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Thursday, January 23, 2014

MeDIP-seq and histone modification ChIP-seq analysis

I was reading a cell paper:

Dnmt3L Antagonizes DNA Methylation at Bivalent Promoters and Favors DNA Methylation at Gene Bodies in ESCs

http://www.sciencedirect.com.lp.hscl.ufl.edu/science/article/pii/S0092867413010878
I want to re-analyze the MeDIP-seq data and the histone modification ChIP-seq data.

I downloaded the MeDIP-seq data here: http://www.ncbi.nlm.nih.gov/geo/query/acc.cgi?acc=GSE44644
and the H3k4me3 and H3k27me3 ChIP-seq data here: http://www.ncbi.nlm.nih.gov/geo/query/acc.cgi?acc=GSE15519

The paper claimed that Dnmt3L maintains DNA hypomethylation at bivalent promoters ( with both H3k4me3 and H3k27me3 marks).  The authors used a Dnmt3L deficient mouse ES cell line and did MeDIP-seq on it. They found that many bivalent promoters gain DNA methylation in Dnmt3L negative cells. In contrast, DNA methylation loss mainly occurs in gene body.

I will work on the histone modification ChIP-seq data first.
I took a look at many different H3k4me3 and H3k27me3 ChIP-seq data sets in mES cells. H3k4me3 ChIP-seq data quality is usually very good with very specific and sharp peaks after MACS peak calling. However, H3k27me3 data are not that great. I did regular H3k4me3 ChIP, the antibody is very good and the enrichment of input is usually above 10% in the active loci I tested.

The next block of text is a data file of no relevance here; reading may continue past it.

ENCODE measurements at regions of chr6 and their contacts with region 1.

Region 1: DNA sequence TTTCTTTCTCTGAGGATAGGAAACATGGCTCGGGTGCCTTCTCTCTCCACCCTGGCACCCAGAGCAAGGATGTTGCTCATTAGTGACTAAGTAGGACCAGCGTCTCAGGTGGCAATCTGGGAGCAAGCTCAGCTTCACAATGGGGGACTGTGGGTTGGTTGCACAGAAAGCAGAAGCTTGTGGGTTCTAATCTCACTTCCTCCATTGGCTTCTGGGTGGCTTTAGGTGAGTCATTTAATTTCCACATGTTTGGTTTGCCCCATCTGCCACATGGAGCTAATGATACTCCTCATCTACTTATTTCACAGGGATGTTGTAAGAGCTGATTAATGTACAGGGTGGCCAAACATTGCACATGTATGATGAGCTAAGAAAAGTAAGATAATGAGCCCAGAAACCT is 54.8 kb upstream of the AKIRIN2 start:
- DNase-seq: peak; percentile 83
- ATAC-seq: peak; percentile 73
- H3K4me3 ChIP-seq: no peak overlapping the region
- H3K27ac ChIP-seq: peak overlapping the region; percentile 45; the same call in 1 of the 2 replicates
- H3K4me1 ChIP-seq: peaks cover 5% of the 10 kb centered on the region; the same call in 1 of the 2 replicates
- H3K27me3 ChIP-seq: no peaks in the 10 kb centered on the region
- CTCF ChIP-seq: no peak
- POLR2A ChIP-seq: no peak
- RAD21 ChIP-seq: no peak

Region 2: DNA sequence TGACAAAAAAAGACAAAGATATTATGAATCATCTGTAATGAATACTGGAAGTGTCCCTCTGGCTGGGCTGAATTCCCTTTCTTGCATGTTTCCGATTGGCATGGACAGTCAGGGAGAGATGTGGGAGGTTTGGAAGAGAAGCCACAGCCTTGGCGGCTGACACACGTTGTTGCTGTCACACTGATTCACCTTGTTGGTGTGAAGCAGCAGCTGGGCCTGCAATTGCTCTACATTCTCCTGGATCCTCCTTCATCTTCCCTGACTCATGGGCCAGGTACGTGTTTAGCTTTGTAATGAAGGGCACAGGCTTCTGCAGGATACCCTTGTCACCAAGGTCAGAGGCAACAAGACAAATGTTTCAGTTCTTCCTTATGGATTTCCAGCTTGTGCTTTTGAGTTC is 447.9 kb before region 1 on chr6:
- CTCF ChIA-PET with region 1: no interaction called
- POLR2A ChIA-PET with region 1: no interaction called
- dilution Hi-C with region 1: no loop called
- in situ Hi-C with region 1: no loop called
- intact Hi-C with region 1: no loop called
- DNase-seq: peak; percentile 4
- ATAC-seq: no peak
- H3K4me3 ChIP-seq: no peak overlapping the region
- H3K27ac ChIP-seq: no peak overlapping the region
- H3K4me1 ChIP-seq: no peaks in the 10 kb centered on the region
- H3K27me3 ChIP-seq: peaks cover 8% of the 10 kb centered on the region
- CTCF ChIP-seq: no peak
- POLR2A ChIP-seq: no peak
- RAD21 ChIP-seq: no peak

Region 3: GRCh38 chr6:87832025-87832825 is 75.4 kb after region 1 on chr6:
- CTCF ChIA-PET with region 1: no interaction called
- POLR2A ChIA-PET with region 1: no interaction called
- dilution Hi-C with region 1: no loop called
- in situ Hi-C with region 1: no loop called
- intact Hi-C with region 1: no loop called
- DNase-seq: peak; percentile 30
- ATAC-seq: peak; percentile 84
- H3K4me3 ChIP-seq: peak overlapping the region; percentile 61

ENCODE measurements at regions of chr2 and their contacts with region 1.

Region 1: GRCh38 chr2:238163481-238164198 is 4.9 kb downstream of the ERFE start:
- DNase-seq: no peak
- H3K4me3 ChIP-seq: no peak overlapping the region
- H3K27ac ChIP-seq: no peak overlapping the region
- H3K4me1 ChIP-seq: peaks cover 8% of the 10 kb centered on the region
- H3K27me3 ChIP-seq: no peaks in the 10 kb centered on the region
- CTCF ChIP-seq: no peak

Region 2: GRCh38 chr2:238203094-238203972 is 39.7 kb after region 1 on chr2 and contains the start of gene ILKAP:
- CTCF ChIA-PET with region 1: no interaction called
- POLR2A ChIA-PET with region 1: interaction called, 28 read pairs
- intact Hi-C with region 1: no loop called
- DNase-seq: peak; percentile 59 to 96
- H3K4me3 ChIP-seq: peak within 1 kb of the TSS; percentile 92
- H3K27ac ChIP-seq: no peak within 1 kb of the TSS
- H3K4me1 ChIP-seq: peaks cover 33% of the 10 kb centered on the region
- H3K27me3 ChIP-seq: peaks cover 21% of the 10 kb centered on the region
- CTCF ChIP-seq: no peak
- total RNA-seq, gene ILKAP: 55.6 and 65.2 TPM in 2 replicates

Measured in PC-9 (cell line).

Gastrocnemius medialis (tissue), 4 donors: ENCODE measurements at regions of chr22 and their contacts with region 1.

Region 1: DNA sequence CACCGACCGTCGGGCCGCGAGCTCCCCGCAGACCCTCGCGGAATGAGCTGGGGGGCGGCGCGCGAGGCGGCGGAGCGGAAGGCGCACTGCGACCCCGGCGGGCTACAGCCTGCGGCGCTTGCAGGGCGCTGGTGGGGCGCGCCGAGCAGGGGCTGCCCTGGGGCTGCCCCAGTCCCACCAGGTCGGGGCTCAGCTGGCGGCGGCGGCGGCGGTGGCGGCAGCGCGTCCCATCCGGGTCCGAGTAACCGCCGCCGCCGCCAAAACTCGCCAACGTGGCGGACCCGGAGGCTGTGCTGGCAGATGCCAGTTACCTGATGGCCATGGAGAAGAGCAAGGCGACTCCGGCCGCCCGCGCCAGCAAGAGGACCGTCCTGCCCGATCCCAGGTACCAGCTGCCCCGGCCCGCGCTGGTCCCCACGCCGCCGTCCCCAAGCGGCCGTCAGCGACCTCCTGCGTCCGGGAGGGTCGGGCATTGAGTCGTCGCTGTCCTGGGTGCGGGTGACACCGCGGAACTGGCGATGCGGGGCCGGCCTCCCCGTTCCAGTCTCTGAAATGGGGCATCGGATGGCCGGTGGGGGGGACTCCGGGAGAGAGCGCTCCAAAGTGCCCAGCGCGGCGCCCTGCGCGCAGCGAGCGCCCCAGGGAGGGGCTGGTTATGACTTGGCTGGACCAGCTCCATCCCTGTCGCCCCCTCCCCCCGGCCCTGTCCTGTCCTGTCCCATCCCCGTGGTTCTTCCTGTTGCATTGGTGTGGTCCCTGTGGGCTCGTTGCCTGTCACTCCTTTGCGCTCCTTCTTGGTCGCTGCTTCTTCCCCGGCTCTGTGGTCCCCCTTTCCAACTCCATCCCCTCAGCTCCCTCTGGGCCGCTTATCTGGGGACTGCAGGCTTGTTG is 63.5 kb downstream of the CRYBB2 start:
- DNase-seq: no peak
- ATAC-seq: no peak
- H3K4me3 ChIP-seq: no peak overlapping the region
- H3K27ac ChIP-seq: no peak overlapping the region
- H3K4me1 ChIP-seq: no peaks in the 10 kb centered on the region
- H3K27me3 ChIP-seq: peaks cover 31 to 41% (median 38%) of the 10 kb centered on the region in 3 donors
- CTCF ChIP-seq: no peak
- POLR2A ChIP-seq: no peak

Similar to H3k36me3, an active mark in gene body, H3k27me3 (repressive) mark usually form broader but less-enriched regions. I played around with the MACS argument setting.

I will skip the process of transforming sra format data to fastq and mapping them to the reference genome. I have several posts for that already:
http://crazyhottommy.blogspot.com/2013/09/the-backtick-in-linux-command.html
bowtie for ChIp-seq http://crazyhottommy.blogspot.com/2013/05/sra-file-and-my-first-bowtie-run-on-uf.html
Tophat for RNA-seq http://crazyhottommy.blogspot.com/2013/10/rna-seq-analysis-samtools-sort-and.html

For H3k4me3 data, I only downloaded one, and called peaks:
[mtang@dev1 H3k4me3]$ macs -t SRR038984.sam -n initial_test -g mm 
INFO  @ Thu, 23 Jan 2014 13:37:47: 
# ARGUMENTS LIST:
# name = initial_test
# format = AUTO
# ChIP-seq file = SRR038984.sam
# control file = None
# effective genome size = 1.87e+09
# band width = 300
# model fold = 10,30
# pvalue cutoff = 1.00e-05
# Large dataset will be scaled towards smaller dataset.
# Range for calculating regional lambda is: 10000 bps

INFO  @ Thu, 23 Jan 2014 13:37:47: #1 read tag files... 
INFO  @ Thu, 23 Jan 2014 13:37:47: #1 read treatment tags... 
INFO  @ Thu, 23 Jan 2014 13:37:47: Detected format is: SAM 
INFO  @ Thu, 23 Jan 2014 13:37:56:  1000000 
INFO  @ Thu, 23 Jan 2014 13:38:05:  2000000